NEW YORK (CBS4) — Novak Djokovic was on the wrong side of the court, and the celebration, a year ago after the last ball was struck in the U.S. Open final.
Somewhere in the back of his mind, though, as he watched Rafael Nadal fall to the blue concrete and bask in the lights of the world’s biggest tennis stadium, Djokovic had a sense that someday, that could be him.
On Monday night, it was.
After defeating Nadal 6-2, 6-4, 6-7 (3), 6-1 over 4 hours and 10 minutes of relentless, draining tennis, Djokovic dropped to his knees and kissed the same concrete that Nadal ruled last year, celebrating a win that slapped an exclamation point on one of the greatest seasons in the sport’s history.
A win that, in many ways, came out of a loss on the same court.
“I guess it just clicked in my head,” Djokovic said.
That he could beat these guys.
“I was always trying to wait for their mistakes and not having that positive attitude and believing I could win,” Djokovic said. “This has changed and U.S. Open 2010 was one of the turning points in my career, definitely.”
Djokovic won his third Grand Slam title of 2011 to match what Nadal accomplished last year and what Federer did in 2004, 2006 and 2007. Djokovic bested them both en route to this title, taking down Nadal two days after he overcame two match points against Federer to win the semifinal.
The man they call “Nole” improved to 64-2 on the season. With a few months left in 2011, the best win-loss record in the modern era — John McEnroe’s 82-3 in 1984 — is in reach.
However it ends up, victory No. 64 may go down as the most impressive of them all.
Over the first two sets, second-seeded Nadal broke top-seeded Djokovic’s serve three times, and each time, Djokovic responded by doing what a champion does — answering back right away, then not looking back.
But it was the third set that was the classic — 84 can’t-miss minutes of side-to-side, unforgiving play from both men, filled with cartoonishly punished groundstrokes that somehow kept coming back.
Nadal won that set, Djokovic walked off the court holding his back and the momentum shifted.
What that did, though, was allow the world’s top-ranked player to once again drive home the point he’s been making all year: Yes, he improved his fitness and, yes, he changed his diet. But mostly, he changed his attitude.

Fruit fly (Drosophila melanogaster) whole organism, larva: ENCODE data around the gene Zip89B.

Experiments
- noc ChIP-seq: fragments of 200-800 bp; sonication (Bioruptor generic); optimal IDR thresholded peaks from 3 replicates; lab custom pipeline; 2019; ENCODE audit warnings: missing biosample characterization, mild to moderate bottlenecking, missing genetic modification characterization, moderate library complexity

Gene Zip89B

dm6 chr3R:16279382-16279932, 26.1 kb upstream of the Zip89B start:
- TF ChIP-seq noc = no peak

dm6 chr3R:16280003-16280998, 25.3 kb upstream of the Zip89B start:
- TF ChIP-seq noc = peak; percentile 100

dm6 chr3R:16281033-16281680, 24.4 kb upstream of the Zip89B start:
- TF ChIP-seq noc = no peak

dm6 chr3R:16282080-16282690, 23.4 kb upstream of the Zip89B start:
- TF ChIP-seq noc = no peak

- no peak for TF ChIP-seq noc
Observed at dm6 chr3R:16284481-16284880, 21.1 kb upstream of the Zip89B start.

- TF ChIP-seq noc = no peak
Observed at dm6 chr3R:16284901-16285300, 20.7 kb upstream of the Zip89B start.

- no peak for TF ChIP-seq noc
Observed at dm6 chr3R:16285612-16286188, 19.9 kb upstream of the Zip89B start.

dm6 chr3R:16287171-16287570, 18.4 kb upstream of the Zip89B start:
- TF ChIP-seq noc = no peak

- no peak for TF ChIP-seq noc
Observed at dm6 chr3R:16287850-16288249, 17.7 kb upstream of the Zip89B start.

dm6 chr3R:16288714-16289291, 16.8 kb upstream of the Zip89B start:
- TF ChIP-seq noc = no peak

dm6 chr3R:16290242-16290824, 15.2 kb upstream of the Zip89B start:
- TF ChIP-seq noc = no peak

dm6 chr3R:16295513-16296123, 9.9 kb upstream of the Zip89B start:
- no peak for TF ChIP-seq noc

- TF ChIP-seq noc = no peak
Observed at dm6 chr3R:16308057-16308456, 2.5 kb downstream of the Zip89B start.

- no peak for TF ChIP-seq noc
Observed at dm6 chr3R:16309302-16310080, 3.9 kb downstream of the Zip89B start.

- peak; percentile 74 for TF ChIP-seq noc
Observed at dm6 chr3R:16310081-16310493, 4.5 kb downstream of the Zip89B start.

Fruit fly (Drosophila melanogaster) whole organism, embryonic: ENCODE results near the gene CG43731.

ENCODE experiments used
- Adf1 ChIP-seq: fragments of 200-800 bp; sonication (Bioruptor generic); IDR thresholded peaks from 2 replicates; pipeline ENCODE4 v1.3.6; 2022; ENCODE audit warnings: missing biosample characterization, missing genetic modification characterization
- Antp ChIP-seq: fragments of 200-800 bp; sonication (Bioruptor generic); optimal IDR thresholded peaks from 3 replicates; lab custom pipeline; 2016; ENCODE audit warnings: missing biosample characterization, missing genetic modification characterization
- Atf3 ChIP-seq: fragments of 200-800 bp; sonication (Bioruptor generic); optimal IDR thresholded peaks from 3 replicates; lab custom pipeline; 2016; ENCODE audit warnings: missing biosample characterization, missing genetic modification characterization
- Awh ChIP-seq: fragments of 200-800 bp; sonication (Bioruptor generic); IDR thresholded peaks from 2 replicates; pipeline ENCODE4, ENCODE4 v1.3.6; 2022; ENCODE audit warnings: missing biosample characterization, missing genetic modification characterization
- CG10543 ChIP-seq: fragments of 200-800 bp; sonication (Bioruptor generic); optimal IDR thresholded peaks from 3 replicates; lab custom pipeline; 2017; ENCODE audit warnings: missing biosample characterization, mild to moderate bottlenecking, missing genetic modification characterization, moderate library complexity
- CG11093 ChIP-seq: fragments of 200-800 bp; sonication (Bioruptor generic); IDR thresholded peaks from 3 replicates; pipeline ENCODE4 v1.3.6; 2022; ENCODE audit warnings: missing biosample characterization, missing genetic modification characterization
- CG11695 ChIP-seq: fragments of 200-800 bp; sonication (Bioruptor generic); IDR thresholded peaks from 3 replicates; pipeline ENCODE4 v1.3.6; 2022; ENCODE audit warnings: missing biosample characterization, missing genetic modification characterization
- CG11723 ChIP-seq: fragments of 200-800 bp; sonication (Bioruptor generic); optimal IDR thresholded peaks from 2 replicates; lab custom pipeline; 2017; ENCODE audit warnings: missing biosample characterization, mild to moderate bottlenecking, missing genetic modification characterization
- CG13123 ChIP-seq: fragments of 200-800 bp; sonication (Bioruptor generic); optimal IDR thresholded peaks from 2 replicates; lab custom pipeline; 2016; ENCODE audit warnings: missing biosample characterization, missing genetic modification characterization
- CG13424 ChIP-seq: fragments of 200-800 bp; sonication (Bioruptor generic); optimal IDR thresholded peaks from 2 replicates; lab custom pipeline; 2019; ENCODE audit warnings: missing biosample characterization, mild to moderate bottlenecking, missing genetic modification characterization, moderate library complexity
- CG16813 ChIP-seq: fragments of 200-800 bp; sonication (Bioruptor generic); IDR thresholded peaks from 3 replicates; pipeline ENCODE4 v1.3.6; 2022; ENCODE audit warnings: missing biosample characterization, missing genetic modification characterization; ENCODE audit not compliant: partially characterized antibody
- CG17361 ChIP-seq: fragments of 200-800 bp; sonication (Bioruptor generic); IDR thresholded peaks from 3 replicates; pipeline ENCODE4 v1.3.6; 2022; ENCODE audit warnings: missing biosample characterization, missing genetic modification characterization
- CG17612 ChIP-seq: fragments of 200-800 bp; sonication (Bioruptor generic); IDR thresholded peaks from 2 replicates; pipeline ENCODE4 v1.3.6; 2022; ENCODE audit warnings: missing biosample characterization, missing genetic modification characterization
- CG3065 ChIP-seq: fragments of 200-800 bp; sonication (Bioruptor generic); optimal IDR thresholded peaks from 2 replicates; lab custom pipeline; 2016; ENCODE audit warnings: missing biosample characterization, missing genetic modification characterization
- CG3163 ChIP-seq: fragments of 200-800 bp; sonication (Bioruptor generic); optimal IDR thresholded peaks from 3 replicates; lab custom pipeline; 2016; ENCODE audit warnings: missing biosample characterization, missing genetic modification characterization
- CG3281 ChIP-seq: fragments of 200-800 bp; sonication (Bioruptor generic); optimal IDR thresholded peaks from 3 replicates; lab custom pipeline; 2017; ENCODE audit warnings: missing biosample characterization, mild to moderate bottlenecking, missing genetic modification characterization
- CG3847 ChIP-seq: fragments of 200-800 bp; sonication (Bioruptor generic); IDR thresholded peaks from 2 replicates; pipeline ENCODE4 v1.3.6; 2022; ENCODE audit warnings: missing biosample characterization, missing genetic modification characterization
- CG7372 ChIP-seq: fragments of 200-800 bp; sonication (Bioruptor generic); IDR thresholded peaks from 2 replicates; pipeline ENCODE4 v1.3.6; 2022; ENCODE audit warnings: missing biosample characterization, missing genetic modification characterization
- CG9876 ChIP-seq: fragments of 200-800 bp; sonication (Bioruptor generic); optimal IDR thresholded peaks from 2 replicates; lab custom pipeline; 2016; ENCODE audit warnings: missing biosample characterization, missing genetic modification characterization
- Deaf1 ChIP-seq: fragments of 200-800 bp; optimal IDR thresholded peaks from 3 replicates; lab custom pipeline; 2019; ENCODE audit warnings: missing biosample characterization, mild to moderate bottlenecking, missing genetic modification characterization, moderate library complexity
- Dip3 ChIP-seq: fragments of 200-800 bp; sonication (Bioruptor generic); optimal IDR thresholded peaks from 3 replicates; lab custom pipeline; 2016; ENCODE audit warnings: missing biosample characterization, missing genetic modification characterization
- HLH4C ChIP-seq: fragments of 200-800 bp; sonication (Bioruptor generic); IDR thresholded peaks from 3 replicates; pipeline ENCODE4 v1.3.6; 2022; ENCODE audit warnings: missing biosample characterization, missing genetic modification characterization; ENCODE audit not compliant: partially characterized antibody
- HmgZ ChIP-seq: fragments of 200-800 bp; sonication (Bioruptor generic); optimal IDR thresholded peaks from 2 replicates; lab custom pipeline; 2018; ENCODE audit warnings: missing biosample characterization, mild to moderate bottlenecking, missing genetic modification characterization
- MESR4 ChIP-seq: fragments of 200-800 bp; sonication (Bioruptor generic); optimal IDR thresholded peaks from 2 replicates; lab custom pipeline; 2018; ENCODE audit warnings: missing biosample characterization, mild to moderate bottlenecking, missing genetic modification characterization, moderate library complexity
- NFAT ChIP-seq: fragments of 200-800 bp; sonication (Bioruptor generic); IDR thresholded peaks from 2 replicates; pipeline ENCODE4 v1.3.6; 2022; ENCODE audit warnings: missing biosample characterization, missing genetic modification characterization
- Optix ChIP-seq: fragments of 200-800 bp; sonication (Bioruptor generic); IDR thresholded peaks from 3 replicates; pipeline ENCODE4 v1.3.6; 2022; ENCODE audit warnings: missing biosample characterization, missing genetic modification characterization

With his back and ribs aching and his legs started to cramp, he said he knew he couldn’t allow the fourth set to turn into yet another long series of rallies. He had to do what he’d been doing all year — go for it.
“I knew I wasn’t physically there,” Djokovic said. “I wasn’t as fit as I was at the start of the match. I needed to take the chances I did. It was an incredible set for me.”
Every bit as telling, and stunning, as any of the 17 winners Djokovic hit in that fourth set (against only four unforced errors), was the way Nadal reacted as the set wore on.
Instead of rushing, skidding, shuffling, reaching out to get one more ball back as is his norm, he stood and watched.
Nadal watched at 30-all in the final game when Djokovic followed his serve with a backhand winner down the line. He watched again on match point when Djokovic hit a forehand down the line, then dropped his racket and fell to the ground to celebrate in almost the exact spot where Nadal did last year.
A bit later, Djokovic pulled off his shirt and threw it into the stands, then put on a dark hat with “FDNY” written on it — a nod to Sunday’s 10th anniversary of the Sept. 11, 2001, terrorist attacks, which both he and Nadal mentioned during the trophy ceremony.
“I’ve had an amazing year and it keeps going,” Djokovic said.
A year ago, Nadal was being celebrated as the next King of Tennis, with nine Grand Slams (Now 10, counting this year’s French Open) and seemingly in need of nothing more than time and tournaments to match Federer, who holds the record with 16. A year later, however, Nadal is on a six-match losing streak to Djokovic — all of them in finals, including this one and at Wimbledon earlier this summer.
“He’s having less mistakes than before,” Nadal said when asked to explain the Djokovic renaissance. “In my opinion, that’s all. He’s confident enough in every moment to keep believing in one more ball, one more ball. I think his forehand is not more painful than before; his backhand is not more painful than before; he serves the same.”
Things, however, are not all the same with Nadal.
Last year en route to the title, he lost five service games and credited improvement there for finally figuring out how to win the only major he hadn’t captured. In this tournament, he lost 24, including 11 in the final. Against Djokovic, Nadal won only 52 percent of the points in which he got his first serve in. He faced 26 break points. Against an opponent who spent most of the night painting lines, this was not a winning formula.
“A lot of times I started the point in worse position than him when I was serving,” Nadal said. “So that’s tough.”
Every time Djokovic hit one of those huge returns, it was hard not to think back to Saturday, when, facing two match points against Federer in the semifinals, he turned on Federer’s serve, taking a chance and pounding it back for a clean, forehand winner — a shot already being touted as one of the single greatest the game has seen.
Djokovic called it a gamble — but one he had no problem taking. He now joins Andy Roddick, Pete Sampras, Boris Becker, Martina Navratilova and Manuel Orantes as the sixth player to hoist the U.S. Open trophy after facing match point at some point earlier in the tournament.
“In big matches, the winner is decided by small margins, a couple points,” Djokovic explained. “I guess the winner is the one who believes in victory more.”
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